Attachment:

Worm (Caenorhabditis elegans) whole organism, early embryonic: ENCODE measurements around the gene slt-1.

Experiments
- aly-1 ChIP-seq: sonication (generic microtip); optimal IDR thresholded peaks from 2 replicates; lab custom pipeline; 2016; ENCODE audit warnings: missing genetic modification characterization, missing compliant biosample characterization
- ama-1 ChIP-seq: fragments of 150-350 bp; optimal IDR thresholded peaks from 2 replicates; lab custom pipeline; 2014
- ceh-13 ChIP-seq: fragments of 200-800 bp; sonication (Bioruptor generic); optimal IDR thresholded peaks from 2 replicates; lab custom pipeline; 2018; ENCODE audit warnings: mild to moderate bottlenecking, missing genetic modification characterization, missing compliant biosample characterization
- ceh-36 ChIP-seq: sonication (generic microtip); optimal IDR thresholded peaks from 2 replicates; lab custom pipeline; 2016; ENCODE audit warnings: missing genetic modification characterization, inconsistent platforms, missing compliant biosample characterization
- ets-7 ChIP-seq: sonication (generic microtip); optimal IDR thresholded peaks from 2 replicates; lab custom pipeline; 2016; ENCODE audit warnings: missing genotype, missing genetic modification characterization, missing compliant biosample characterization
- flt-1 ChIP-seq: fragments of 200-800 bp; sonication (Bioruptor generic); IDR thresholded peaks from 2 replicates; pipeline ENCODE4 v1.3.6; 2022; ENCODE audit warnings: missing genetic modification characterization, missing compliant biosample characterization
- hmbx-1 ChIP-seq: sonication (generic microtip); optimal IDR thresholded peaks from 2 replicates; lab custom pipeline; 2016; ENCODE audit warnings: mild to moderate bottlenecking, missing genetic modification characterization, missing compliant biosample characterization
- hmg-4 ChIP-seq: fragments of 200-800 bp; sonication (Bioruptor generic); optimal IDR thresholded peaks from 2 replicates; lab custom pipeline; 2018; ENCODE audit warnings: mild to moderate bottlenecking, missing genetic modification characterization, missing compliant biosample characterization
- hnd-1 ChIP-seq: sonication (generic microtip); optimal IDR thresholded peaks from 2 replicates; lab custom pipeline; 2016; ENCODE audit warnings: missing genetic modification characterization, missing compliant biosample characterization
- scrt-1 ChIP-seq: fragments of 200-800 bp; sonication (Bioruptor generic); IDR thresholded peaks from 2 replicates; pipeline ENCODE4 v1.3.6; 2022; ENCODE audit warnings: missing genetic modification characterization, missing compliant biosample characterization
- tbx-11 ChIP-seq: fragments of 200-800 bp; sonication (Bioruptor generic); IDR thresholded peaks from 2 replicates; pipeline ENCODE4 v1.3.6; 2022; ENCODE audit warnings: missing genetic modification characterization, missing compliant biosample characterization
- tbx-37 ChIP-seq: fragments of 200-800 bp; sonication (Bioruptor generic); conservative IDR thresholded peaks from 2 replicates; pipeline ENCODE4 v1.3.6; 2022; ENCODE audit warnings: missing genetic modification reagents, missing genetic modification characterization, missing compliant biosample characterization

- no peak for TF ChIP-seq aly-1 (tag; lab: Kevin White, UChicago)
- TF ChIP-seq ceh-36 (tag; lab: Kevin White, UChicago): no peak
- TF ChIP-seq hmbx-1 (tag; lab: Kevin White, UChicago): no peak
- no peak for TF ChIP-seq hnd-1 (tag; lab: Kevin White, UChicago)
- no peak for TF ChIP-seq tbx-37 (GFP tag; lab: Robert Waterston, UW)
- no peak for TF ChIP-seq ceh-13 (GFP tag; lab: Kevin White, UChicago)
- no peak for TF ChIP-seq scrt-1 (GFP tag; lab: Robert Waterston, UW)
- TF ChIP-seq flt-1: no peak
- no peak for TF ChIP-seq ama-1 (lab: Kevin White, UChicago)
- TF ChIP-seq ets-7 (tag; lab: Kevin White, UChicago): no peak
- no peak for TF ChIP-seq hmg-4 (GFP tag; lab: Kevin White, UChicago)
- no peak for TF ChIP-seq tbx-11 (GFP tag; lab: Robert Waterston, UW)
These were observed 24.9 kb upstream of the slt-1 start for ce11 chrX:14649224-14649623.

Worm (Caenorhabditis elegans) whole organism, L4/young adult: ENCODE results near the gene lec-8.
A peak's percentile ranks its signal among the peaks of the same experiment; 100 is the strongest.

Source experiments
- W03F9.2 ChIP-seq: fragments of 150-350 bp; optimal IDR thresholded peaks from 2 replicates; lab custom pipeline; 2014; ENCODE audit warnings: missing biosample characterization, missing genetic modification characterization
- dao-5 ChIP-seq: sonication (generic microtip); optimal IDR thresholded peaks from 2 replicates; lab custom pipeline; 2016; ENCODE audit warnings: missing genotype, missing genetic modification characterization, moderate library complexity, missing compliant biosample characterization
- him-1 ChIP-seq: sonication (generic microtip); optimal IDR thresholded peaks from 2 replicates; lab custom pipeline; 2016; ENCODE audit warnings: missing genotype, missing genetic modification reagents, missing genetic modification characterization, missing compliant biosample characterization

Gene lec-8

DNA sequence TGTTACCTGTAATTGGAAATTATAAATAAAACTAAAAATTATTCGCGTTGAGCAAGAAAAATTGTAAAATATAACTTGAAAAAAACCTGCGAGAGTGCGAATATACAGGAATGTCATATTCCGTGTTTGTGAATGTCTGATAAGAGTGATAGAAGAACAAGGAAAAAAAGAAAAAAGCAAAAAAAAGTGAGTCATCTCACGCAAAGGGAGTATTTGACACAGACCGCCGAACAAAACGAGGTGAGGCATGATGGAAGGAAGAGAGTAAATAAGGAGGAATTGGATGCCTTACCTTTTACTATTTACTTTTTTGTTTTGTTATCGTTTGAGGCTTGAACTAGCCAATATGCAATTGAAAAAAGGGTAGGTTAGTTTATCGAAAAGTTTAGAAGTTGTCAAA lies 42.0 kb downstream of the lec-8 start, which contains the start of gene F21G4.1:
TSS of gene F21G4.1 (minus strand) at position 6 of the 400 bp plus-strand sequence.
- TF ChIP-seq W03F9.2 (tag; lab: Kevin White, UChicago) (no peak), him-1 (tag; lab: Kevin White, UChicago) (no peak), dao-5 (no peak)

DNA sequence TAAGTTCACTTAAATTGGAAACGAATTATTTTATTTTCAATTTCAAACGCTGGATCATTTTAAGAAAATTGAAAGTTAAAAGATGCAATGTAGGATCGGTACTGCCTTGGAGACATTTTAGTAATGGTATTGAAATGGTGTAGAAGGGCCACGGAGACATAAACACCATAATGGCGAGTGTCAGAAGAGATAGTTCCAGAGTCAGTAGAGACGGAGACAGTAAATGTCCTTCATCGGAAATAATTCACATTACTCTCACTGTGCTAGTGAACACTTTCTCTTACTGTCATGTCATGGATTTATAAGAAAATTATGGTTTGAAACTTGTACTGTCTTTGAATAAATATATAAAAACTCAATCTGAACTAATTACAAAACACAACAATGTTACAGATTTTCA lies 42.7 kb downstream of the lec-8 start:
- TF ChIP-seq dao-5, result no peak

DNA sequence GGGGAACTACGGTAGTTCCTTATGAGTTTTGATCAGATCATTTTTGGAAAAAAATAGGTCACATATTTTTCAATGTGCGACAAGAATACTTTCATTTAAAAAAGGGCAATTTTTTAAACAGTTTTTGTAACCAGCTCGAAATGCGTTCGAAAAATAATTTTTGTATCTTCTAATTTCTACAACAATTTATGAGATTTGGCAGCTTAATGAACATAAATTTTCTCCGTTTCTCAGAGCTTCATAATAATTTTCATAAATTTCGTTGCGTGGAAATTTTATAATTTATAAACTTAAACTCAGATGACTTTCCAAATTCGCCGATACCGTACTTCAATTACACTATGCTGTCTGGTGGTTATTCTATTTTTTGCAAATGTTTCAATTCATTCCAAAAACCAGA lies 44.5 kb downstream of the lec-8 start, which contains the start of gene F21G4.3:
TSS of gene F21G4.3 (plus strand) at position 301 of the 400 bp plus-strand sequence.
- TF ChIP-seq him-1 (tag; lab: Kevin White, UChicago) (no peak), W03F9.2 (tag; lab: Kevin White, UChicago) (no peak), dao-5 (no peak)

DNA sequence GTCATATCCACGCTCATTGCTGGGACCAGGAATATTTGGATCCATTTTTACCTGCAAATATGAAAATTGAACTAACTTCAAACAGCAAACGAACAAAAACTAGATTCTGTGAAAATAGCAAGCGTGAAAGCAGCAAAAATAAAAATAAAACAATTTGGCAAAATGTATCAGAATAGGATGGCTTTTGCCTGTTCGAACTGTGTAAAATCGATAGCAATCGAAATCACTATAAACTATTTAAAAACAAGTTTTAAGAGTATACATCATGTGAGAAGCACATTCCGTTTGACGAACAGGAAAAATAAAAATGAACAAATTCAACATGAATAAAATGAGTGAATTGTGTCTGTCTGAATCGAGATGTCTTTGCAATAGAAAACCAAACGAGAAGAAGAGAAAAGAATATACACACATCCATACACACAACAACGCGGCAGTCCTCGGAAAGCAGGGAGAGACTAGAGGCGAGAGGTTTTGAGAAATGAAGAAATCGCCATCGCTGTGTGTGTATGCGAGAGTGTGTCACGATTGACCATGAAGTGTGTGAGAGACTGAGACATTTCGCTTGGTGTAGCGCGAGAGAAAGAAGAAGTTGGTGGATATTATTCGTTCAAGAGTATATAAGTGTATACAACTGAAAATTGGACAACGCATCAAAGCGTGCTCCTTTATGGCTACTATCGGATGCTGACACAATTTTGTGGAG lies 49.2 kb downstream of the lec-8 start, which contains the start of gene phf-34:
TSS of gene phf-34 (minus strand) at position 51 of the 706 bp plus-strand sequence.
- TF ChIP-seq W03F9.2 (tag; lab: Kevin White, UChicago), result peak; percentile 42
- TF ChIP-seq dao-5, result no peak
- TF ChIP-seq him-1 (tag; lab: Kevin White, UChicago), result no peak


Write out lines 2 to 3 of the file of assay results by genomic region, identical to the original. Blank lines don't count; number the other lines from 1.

Experiments
- aly-1 ChIP-seq: sonication (generic microtip); optimal IDR thresholded peaks from 2 replicates; lab custom pipeline; 2016; ENCODE audit warnings: missing genetic modification characterization, missing compliant biosample characterization